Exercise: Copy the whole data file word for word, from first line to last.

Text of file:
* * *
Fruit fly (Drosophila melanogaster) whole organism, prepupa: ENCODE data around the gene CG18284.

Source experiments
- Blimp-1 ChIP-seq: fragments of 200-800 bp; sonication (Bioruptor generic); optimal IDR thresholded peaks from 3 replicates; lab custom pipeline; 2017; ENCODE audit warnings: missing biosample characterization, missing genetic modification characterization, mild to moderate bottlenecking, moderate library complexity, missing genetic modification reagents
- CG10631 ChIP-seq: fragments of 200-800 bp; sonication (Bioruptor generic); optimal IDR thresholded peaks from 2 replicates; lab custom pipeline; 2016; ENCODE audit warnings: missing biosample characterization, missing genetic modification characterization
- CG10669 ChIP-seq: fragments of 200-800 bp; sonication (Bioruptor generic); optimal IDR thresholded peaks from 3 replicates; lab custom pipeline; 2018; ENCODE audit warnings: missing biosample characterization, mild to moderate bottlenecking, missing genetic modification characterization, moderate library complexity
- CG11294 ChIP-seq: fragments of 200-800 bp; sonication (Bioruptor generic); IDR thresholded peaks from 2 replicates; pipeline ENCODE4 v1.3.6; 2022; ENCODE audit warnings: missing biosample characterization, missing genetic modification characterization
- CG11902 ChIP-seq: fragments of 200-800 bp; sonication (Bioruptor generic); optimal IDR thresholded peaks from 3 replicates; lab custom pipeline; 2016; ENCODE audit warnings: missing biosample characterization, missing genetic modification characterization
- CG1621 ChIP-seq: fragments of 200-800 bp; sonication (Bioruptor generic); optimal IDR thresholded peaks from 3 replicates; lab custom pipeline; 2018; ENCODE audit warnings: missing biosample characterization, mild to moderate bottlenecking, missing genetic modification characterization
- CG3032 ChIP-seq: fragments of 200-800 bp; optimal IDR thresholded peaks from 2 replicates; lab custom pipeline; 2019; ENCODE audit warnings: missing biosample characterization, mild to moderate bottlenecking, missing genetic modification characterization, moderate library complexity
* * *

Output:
Fruit fly (Drosophila melanogaster) whole organism, prepupa: ENCODE data around the gene CG18284.

Source experiments
- Blimp-1 ChIP-seq: fragments of 200-800 bp; sonication (Bioruptor generic); optimal IDR thresholded peaks from 3 replicates; lab custom pipeline; 2017; ENCODE audit warnings: missing biosample characterization, missing genetic modification characterization, mild to moderate bottlenecking, moderate library complexity, missing genetic modification reagents
- CG10631 ChIP-seq: fragments of 200-800 bp; sonication (Bioruptor generic); optimal IDR thresholded peaks from 2 replicates; lab custom pipeline; 2016; ENCODE audit warnings: missing biosample characterization, missing genetic modification characterization
- CG10669 ChIP-seq: fragments of 200-800 bp; sonication (Bioruptor generic); optimal IDR thresholded peaks from 3 replicates; lab custom pipeline; 2018; ENCODE audit warnings: missing biosample characterization, mild to moderate bottlenecking, missing genetic modification characterization, moderate library complexity
- CG11294 ChIP-seq: fragments of 200-800 bp; sonication (Bioruptor generic); IDR thresholded peaks from 2 replicates; pipeline ENCODE4 v1.3.6; 2022; ENCODE audit warnings: missing biosample characterization, missing genetic modification characterization
- CG11902 ChIP-seq: fragments of 200-800 bp; sonication (Bioruptor generic); optimal IDR thresholded peaks from 3 replicates; lab custom pipeline; 2016; ENCODE audit warnings: missing biosample characterization, missing genetic modification characterization
- CG1621 ChIP-seq: fragments of 200-800 bp; sonication (Bioruptor generic); optimal IDR thresholded peaks from 3 replicates; lab custom pipeline; 2018; ENCODE audit warnings: missing biosample characterization, mild to moderate bottlenecking, missing genetic modification characterization
- CG3032 ChIP-seq: fragments of 200-800 bp; optimal IDR thresholded peaks from 2 replicates; lab custom pipeline; 2019; ENCODE audit warnings: missing biosample characterization, mild to moderate bottlenecking, missing genetic modification characterization, moderate library complexity